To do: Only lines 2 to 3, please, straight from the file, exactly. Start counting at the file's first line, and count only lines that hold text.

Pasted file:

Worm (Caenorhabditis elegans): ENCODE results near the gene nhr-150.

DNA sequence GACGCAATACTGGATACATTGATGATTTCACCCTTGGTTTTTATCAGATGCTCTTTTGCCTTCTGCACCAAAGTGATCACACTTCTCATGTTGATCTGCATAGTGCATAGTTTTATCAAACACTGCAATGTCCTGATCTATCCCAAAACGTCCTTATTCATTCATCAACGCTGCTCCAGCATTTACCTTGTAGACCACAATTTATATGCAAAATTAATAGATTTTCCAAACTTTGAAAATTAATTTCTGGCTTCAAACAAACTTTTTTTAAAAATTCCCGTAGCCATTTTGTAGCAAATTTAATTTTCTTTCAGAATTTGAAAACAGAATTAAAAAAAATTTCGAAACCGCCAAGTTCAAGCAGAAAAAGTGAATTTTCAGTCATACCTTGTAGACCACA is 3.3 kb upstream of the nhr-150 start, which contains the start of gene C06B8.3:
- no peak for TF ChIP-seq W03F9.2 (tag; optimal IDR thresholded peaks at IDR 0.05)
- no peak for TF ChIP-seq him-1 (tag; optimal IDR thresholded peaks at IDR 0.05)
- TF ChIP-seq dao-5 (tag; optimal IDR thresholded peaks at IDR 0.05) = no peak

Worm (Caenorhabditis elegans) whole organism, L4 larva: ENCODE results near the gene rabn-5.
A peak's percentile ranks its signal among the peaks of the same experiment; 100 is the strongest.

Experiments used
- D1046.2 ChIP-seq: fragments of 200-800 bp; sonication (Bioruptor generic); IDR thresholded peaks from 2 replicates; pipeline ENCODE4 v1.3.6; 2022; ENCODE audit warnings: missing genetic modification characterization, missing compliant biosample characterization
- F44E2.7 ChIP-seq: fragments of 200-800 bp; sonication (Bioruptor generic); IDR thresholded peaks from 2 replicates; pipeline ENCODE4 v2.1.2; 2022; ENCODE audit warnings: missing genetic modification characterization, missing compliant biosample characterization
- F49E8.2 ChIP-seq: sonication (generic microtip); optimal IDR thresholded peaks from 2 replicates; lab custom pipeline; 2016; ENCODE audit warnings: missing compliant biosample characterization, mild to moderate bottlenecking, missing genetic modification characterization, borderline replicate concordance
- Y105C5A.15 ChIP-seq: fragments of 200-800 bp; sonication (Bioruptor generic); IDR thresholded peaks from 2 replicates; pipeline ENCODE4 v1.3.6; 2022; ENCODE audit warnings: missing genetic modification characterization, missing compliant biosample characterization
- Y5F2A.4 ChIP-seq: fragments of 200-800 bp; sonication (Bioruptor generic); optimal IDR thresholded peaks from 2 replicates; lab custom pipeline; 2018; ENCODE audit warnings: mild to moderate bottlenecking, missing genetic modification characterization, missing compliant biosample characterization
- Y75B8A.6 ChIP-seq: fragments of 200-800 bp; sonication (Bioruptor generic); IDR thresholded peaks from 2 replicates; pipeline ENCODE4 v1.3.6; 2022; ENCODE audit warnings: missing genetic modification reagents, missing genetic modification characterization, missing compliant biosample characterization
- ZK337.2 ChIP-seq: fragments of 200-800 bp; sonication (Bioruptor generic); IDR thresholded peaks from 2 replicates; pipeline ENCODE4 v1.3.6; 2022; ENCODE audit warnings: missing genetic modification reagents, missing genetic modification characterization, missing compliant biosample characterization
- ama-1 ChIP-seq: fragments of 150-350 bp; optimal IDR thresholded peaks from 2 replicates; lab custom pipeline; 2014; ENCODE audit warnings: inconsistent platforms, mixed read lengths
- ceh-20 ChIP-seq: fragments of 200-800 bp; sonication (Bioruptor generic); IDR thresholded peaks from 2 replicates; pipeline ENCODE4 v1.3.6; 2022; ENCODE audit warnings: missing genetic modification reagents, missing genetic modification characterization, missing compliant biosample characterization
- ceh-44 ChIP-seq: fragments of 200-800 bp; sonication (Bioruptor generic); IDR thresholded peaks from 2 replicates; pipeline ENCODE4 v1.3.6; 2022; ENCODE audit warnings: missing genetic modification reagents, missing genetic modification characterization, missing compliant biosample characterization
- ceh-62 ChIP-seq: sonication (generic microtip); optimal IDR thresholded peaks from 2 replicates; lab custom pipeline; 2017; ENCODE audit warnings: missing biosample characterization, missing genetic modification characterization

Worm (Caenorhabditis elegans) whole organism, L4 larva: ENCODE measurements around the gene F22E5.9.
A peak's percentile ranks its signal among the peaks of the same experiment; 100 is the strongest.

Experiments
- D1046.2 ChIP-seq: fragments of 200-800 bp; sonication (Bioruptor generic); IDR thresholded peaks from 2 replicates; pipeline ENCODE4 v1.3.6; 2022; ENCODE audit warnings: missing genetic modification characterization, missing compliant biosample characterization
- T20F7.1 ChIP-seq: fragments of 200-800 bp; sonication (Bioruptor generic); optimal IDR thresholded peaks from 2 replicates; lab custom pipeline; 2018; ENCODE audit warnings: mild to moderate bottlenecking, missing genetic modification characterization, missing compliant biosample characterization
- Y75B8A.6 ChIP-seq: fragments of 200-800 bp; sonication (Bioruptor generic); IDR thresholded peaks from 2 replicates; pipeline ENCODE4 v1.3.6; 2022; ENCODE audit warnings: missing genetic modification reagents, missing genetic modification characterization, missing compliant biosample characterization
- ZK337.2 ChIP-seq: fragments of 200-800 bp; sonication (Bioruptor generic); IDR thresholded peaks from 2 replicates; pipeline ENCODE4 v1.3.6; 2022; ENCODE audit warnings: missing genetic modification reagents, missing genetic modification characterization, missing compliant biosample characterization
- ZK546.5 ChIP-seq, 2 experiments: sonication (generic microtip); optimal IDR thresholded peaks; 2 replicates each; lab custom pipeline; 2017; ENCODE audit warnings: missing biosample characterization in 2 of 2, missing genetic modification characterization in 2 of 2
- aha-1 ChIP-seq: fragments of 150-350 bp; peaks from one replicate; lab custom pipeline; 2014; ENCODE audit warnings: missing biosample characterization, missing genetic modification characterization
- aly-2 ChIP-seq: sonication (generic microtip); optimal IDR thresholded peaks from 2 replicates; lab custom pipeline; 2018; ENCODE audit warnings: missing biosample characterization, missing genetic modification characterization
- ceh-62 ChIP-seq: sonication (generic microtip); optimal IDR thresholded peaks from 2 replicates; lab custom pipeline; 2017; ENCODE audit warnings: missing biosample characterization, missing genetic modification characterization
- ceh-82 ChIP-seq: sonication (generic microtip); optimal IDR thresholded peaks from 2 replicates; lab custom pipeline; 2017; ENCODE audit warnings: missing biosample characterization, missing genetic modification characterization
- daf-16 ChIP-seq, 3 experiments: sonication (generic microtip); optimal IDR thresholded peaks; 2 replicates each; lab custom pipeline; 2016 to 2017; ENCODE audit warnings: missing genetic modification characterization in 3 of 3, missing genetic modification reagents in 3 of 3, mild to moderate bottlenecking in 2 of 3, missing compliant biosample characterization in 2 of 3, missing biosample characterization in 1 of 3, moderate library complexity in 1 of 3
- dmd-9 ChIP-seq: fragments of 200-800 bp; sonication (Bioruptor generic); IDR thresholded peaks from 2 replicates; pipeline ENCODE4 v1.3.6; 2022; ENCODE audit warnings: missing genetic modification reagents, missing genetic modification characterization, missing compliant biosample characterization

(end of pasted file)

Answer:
DNA sequence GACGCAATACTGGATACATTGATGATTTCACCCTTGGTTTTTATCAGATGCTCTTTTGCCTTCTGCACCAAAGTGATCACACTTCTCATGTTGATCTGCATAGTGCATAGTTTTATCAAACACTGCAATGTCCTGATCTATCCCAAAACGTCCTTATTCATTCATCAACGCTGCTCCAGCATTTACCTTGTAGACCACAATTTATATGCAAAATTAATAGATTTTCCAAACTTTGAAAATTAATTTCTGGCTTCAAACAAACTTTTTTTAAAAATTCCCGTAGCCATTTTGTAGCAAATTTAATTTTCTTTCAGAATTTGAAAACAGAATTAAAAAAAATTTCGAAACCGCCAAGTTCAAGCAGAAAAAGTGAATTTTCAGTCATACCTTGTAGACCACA is 3.3 kb upstream of the nhr-150 start, which contains the start of gene C06B8.3:
- no peak for TF ChIP-seq W03F9.2 (tag; optimal IDR thresholded peaks at IDR 0.05)